WASHINGTON – The number of Americans filing applications for new unemployment benefits fell last week, showing the overall strength of the labor market.
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Initial jobless claims, a proxy for layoffs across the U.S., decreased 2,000 to a seasonally adjusted 238,000 in the week ended Nov. 25, the Labor Department said Thursday. Economists surveyed by The Wall Street Journal expected 240,000 new claims last week.
The claims drop shows an already strong and further tightening job market that could unleash a bout of wage increases. U.S. employers hired at a strong rate in October, pulling the unemployment rate down to 4.1%, the lowest reading since the early 2000s.
This tightness has led to wage increases for some workers, a recent Federal Reserve report, known as the beige book, showed. It found labor across the U.S. was scarce for some professional, technical and production-related positions, and as a result, employers were "raising wages...to retain or attract employees." If these labor shortages spread to other sectors of the workforce, more employers could be forced to offer similar pay growth.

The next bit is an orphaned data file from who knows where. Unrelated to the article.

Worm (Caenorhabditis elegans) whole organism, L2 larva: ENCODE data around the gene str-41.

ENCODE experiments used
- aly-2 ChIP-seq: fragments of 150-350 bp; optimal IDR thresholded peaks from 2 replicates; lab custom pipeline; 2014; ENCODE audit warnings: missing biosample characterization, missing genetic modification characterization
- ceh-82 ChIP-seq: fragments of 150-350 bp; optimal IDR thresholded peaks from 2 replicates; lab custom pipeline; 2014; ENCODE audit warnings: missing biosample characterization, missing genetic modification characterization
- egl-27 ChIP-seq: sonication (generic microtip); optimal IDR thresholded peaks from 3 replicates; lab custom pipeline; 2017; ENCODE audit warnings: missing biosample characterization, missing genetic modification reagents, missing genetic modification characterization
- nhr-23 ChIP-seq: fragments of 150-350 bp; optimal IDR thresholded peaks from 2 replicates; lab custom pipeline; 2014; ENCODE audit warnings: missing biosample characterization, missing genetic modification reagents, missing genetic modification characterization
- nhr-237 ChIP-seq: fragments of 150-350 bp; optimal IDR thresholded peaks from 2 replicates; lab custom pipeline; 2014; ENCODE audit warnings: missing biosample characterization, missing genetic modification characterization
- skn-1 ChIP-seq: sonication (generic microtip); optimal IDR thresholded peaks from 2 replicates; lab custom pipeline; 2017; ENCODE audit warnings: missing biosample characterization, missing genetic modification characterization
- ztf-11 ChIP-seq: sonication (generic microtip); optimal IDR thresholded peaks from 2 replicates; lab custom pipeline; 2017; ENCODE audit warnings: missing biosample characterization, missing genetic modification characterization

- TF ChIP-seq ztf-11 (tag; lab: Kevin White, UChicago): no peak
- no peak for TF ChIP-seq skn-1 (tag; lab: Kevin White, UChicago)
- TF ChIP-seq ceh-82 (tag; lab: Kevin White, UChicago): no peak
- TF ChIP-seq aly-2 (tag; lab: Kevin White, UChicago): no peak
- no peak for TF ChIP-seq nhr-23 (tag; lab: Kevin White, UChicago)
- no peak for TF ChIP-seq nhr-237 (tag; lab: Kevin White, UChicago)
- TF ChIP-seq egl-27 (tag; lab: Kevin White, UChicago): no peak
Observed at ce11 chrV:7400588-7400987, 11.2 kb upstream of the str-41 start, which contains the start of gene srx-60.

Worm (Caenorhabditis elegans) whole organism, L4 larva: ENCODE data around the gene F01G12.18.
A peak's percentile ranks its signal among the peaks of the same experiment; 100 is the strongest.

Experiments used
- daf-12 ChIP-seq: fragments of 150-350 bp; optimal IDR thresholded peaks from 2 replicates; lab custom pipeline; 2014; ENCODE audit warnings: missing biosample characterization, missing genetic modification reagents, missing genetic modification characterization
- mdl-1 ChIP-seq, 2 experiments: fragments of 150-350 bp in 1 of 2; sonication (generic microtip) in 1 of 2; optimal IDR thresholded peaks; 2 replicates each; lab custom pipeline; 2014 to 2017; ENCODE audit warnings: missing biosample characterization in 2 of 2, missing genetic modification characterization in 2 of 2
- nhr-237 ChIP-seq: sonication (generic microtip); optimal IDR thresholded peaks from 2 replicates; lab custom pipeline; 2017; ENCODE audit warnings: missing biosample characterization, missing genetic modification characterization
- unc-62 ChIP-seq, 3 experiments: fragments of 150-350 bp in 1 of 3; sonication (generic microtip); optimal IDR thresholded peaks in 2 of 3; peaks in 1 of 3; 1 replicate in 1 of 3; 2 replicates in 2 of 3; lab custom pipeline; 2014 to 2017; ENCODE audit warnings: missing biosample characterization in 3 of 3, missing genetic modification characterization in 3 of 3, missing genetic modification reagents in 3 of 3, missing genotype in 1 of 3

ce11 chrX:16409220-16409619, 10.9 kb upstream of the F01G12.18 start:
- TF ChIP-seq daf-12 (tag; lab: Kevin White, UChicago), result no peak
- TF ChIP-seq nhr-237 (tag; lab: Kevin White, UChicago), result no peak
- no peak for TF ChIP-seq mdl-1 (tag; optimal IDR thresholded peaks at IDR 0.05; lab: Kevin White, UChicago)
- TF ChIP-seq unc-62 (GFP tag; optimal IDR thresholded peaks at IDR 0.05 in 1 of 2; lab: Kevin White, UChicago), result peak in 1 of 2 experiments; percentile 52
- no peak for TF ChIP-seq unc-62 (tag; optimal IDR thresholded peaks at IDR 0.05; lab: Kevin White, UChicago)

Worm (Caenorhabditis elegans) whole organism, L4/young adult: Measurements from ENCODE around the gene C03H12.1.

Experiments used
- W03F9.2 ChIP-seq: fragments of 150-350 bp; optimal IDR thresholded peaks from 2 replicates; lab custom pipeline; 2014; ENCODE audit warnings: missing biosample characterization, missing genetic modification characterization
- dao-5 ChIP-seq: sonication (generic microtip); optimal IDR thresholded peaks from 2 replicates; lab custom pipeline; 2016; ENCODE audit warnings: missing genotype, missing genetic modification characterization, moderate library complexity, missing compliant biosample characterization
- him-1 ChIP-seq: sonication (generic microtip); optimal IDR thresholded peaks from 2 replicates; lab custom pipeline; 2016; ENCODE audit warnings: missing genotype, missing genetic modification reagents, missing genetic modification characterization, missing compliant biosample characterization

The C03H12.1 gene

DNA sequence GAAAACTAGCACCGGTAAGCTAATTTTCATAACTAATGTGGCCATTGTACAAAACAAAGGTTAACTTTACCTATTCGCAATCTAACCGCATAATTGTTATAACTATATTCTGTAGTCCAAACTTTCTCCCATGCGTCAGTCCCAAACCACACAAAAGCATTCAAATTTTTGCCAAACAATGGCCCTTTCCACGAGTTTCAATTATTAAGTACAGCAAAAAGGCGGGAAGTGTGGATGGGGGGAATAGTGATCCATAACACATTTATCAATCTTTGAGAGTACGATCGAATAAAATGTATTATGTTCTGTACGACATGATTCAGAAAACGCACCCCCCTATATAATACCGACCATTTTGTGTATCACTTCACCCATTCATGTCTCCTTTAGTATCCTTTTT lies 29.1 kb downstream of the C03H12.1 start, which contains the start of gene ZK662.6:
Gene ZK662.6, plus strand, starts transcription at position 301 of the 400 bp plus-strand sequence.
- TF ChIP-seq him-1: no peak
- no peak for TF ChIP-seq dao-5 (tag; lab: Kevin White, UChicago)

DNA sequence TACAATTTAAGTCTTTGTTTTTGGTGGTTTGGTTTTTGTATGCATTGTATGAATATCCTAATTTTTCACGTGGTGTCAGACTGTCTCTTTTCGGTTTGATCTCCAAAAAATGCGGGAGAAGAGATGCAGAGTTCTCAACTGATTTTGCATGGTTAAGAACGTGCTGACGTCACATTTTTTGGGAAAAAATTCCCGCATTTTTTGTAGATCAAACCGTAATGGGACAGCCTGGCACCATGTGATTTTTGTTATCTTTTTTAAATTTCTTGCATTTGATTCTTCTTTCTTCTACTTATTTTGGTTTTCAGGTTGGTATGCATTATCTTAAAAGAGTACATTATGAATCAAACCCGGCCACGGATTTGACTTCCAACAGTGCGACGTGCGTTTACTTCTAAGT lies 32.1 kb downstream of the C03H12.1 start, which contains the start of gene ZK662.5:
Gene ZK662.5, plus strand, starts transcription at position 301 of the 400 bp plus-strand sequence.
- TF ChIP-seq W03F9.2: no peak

Still, jobless claims data can be volatile. The four-week moving average, a steadier measure, rose 2,250 to 242,250 last week.
Meanwhile, the number of claims workers made for longer than a week also increased, rising to 1,957,000 in the week ended Nov. 18, which is reported along with last week's data because continuing claims are released with a one-week lag. Recently, the measure of workers on these unemployment rolls has been trending near the lowest levels since 1973, while the weekly unemployment applications have held below 300,000 for more than 2 1/2 years, the longest streak since the 1970s too.
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The initial effects of hurricanes that battered the southern and eastern U.S. appeared to have almost completely fizzled out in the initial weekly claims numbers. The U.S. Virgin Islands and Puerto Rico no longer claim top spots for states or U.S. territories adding the most initial claims in a single week. Now, the U.S. Virgin Islands and Puerto Rico have the highest rates of claims made for longer than a week, signaling many have moved on to longer-term unemployment benefits.
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(END) Dow Jones Newswires
November 30, 2017 08:49 ET (13:49 GMT)